Matt A.V. Chaban | The New York Times
Class had just let out on a recent Monday evening at JC Taekwondo and Kickboxing Academy on Newark Avenue. Children wearing bright white keikogi practiced their moves on the sidewalk and chased each other through the street. They darted around families pushing strollers, diners sitting at painted picnic tables and weary commuters trudging home from the Grove Street PATH station a block away.
The would-be ninjas’ training helped them weave and bob through the crowd, but there was one danger they did not have to dodge: traffic.
Flying in the face of a century of development — to say nothing of New Jersey’s identity — the city closed Newark Avenue between Grove and Erie Streets to cars and trucks as of Aug. 19. The closing, which is in effect from 3 p.m. until midnight on weekdays and throughout the weekend, is a trial effort set to run through the end of October.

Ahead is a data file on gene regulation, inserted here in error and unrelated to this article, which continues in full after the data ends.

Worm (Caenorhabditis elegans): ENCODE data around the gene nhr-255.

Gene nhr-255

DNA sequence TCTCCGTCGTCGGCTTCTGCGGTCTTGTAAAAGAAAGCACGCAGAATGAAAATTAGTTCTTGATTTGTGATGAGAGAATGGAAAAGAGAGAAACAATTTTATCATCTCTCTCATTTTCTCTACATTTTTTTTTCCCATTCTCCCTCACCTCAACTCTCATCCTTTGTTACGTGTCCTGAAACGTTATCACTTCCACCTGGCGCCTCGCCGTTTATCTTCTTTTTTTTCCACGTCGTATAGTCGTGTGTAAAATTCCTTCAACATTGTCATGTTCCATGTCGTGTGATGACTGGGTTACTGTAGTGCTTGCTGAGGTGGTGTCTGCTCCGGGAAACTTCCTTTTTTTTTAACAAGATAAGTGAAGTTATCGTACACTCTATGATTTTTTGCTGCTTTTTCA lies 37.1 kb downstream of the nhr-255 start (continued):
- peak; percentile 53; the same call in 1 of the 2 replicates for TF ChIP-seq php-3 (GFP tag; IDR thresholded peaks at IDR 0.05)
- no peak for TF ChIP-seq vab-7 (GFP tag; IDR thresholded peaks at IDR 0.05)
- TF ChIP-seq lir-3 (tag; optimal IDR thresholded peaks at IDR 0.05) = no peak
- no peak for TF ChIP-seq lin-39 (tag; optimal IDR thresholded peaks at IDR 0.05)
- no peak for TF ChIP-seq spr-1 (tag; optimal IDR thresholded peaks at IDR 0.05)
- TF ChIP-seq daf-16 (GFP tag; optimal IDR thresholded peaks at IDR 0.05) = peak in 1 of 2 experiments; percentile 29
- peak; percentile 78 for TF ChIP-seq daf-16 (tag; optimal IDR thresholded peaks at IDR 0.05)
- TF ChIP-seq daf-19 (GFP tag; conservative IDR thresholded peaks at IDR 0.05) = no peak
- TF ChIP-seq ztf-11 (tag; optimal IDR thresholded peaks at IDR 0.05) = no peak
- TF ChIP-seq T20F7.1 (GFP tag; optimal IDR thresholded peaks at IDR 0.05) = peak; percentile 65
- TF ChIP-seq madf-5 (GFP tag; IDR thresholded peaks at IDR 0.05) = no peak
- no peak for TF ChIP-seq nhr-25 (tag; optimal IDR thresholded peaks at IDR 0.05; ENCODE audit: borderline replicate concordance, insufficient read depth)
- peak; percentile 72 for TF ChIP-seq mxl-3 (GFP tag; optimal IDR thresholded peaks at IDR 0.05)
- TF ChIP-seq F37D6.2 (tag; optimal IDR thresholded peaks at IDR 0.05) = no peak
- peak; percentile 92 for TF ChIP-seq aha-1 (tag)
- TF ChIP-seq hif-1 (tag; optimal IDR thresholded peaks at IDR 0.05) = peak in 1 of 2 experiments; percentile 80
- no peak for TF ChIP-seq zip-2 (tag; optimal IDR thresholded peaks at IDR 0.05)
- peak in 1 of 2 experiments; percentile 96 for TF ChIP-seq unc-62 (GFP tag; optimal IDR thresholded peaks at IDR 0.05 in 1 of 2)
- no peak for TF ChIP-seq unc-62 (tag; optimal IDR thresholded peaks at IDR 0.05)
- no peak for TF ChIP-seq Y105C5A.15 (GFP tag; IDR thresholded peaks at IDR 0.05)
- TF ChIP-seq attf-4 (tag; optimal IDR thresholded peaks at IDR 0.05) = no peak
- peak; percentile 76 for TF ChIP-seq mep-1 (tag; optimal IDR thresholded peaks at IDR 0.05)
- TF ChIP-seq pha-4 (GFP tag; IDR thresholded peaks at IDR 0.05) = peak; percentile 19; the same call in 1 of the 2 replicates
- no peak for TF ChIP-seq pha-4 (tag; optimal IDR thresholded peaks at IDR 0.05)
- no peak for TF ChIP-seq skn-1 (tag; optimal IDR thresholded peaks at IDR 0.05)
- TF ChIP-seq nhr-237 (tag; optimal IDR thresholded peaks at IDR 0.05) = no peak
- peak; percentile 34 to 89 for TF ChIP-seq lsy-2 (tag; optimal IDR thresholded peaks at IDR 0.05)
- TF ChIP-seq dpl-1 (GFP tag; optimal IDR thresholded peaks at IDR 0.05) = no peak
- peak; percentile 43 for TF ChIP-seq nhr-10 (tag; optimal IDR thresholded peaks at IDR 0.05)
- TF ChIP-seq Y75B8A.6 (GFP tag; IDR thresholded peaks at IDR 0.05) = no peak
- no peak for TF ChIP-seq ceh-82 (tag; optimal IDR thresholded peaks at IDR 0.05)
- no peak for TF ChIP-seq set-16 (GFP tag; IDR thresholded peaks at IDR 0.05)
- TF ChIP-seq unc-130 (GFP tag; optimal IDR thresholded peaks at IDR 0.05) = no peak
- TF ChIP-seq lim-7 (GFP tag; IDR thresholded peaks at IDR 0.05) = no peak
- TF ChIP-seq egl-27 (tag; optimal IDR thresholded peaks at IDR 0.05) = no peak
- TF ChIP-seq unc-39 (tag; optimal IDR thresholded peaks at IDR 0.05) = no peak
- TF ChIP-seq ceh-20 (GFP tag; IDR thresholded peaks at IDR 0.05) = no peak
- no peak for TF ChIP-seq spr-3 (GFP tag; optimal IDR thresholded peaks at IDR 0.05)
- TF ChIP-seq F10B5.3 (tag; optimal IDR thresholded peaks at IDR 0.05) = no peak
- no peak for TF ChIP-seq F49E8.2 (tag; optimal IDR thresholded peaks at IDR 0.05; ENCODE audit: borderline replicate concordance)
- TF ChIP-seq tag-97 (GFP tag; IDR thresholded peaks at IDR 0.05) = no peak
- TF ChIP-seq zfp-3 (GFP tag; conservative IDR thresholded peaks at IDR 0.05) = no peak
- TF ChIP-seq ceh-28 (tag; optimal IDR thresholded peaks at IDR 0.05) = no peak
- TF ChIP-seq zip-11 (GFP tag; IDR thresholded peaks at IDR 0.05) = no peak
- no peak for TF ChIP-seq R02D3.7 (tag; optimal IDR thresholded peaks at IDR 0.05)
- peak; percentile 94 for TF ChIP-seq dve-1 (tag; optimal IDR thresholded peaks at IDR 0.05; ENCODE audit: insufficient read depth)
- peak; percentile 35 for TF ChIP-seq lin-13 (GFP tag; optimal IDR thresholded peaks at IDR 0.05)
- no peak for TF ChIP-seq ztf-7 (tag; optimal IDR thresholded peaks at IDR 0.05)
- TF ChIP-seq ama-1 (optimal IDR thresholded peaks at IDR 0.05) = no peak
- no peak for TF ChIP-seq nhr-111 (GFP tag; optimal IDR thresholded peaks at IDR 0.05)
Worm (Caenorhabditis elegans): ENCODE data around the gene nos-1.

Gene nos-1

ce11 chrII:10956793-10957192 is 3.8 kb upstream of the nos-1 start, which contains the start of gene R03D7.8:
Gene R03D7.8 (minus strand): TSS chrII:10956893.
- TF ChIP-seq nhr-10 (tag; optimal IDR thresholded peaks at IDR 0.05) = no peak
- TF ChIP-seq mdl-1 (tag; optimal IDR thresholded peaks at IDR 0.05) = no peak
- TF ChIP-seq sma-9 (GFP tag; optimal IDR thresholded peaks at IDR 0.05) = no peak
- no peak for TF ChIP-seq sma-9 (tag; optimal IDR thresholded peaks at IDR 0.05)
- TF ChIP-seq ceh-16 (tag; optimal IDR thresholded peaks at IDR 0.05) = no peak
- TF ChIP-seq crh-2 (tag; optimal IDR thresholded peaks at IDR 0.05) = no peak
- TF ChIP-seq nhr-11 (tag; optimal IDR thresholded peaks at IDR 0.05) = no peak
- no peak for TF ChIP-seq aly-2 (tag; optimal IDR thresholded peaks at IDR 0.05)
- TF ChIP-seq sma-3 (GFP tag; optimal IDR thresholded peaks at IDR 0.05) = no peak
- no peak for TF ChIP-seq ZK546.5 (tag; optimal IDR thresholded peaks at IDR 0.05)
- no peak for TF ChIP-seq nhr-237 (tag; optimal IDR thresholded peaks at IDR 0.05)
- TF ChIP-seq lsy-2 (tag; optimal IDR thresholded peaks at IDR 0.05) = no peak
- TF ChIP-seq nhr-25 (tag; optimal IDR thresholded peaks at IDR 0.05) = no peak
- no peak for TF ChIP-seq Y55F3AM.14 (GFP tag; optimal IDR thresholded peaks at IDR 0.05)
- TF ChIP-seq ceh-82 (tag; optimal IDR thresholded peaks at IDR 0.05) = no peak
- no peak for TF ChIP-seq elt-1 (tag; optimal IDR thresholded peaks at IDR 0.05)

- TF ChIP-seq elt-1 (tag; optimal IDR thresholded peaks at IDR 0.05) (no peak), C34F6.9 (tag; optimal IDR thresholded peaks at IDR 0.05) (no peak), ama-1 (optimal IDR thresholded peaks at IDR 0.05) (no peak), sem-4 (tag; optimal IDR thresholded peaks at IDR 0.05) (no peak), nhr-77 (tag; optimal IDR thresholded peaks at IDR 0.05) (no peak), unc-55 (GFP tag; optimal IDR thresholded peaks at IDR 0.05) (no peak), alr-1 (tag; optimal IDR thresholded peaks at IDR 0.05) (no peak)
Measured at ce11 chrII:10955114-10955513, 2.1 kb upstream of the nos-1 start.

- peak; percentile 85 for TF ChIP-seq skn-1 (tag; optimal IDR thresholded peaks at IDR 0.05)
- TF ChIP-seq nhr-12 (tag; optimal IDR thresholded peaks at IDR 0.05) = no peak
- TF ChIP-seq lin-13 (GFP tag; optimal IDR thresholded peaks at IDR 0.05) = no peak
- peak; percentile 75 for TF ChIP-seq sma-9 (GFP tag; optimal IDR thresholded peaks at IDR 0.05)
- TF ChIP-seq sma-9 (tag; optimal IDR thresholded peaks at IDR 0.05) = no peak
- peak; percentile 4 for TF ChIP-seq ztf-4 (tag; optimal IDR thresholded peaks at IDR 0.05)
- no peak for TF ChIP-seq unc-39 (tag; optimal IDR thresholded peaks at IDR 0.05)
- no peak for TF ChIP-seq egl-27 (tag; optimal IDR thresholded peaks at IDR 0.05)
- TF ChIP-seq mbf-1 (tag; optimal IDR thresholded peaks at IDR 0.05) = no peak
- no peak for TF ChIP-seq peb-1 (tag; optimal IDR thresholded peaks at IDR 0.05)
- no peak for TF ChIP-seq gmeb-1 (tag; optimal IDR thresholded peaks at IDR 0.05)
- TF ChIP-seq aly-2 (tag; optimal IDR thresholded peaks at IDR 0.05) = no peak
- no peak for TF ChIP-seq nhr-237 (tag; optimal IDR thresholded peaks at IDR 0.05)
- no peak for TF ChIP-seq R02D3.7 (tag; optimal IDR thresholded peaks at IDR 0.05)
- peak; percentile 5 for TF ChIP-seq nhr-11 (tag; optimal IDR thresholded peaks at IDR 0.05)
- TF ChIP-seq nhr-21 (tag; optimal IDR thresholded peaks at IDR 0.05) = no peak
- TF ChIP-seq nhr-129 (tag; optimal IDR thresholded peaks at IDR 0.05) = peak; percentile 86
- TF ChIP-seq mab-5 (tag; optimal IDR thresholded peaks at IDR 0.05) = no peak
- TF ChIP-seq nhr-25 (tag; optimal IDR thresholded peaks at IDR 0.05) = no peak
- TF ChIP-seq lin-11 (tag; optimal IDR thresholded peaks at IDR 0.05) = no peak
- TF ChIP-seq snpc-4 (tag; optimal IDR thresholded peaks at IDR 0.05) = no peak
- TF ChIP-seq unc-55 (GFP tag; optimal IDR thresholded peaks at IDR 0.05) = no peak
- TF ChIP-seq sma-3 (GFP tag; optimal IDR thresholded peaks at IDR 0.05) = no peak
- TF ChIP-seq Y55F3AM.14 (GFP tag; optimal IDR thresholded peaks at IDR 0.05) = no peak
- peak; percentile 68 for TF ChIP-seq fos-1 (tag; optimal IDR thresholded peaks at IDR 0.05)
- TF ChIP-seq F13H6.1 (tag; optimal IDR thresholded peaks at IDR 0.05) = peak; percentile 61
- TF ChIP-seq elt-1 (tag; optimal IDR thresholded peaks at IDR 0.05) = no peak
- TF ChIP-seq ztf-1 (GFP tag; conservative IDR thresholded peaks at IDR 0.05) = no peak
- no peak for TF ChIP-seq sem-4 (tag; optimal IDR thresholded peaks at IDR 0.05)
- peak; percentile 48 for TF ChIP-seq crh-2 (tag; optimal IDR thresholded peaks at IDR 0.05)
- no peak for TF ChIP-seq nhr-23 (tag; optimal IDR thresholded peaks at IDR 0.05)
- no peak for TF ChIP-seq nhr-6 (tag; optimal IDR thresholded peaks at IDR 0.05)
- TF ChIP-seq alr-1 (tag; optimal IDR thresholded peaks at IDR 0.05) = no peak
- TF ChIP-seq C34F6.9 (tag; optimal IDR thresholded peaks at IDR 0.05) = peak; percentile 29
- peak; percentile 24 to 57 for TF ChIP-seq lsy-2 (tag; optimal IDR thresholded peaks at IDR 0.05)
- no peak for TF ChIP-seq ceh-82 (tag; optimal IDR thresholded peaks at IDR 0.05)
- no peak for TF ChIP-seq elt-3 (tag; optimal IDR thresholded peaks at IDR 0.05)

The move to shut down a blocklong stretch of downtown Jersey City’s main thoroughfare is just one of many steps that Mayor Steven Fulop’s administration has taken in an attempt to help tame the streets of the state’s second-largest city.
“No matter where you live, people seem to really value public space,” Mr. Fulop said. “We thought this was a great opportunity to create something special in the heart of downtown.”
Jersey City’s initiatives along those lines — the creation of pedestrian plazas, bicycle lanes, slow zones and even a tentative bike-sharing network — would be familiar to many New Yorkers. But can pedestrians and cyclists really get a foothold in a city that often feels to some like little more than an on-ramp to the Holland Tunnel, especially in a state where toll increases and road closings can create political potholes for elected officials? Read more